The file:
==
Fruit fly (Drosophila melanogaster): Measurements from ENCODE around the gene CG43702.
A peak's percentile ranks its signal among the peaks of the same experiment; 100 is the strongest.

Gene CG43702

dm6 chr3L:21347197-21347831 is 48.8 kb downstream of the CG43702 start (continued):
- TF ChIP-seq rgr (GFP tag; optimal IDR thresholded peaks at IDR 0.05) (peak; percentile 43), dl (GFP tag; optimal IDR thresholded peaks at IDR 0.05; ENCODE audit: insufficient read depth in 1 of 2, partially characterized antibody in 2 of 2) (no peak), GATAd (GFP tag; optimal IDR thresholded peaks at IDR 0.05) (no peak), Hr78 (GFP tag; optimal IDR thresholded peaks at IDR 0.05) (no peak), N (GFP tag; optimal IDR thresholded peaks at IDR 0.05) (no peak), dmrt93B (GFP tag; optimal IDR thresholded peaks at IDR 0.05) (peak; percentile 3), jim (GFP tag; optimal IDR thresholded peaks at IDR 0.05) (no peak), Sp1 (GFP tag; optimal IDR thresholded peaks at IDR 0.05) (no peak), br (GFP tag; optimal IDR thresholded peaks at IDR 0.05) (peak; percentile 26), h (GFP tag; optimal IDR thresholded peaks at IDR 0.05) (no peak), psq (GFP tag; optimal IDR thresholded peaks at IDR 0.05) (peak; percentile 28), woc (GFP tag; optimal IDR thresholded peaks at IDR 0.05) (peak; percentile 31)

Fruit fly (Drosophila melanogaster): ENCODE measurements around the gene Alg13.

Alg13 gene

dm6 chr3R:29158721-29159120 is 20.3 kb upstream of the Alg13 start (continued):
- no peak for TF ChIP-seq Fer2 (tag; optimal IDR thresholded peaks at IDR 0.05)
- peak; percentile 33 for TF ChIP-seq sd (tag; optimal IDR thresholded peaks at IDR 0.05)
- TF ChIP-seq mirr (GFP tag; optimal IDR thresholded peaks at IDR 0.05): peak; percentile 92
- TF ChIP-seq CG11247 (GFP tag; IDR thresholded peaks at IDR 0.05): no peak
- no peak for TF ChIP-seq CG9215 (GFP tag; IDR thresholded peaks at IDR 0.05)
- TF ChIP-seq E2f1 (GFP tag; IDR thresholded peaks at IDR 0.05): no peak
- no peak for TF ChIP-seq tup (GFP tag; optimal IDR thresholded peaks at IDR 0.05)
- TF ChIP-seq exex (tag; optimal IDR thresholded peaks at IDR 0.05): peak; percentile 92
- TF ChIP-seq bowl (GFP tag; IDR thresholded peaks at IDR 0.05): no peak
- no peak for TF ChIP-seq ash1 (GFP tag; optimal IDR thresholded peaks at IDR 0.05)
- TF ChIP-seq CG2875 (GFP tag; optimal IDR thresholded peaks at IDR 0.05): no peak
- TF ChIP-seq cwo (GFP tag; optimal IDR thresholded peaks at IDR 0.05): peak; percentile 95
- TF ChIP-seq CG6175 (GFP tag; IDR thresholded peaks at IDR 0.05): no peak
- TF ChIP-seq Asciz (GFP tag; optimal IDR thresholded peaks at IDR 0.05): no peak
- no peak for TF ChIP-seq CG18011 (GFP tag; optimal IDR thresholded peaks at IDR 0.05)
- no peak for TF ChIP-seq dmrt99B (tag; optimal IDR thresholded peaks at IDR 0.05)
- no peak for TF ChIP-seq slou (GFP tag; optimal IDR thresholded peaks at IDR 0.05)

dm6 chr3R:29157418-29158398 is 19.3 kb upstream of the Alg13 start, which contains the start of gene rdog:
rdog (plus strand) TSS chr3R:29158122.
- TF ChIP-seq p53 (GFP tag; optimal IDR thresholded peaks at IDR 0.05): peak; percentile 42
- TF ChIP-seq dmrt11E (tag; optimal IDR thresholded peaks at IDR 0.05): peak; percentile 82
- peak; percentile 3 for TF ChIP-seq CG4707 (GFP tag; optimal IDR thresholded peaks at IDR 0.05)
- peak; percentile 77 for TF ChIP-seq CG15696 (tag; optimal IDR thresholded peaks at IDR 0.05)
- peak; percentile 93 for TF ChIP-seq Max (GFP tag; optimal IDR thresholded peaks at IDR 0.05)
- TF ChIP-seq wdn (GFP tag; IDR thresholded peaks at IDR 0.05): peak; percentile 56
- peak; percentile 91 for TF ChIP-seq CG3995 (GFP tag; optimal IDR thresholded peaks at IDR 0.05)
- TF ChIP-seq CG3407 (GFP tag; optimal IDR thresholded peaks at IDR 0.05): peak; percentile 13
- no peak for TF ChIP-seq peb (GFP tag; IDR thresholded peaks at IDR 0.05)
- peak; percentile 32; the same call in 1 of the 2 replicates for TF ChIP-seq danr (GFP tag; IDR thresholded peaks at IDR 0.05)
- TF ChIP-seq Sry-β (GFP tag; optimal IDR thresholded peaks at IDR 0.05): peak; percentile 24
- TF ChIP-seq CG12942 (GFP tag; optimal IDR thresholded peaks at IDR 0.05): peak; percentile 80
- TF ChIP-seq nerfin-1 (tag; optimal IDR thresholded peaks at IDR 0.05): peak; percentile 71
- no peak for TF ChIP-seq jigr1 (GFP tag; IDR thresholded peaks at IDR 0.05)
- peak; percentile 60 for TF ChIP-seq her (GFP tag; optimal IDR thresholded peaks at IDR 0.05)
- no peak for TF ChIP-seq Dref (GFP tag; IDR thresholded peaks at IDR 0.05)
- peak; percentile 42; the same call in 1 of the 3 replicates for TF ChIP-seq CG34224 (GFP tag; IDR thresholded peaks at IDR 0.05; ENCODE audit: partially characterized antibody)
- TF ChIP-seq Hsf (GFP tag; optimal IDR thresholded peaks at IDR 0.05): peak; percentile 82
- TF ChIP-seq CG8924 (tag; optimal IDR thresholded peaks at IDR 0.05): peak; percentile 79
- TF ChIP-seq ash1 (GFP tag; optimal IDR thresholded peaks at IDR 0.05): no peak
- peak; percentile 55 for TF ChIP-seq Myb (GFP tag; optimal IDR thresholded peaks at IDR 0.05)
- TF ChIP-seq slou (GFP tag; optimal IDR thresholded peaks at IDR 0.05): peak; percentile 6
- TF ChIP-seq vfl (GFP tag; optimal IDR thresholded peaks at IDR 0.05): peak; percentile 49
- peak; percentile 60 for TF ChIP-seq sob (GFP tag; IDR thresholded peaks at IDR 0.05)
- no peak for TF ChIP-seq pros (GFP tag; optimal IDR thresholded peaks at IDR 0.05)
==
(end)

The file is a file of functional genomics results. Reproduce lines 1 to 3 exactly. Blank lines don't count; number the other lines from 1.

Fruit fly (Drosophila melanogaster): Measurements from ENCODE around the gene CG43702.
A peak's percentile ranks its signal among the peaks of the same experiment; 100 is the strongest.

Gene CG43702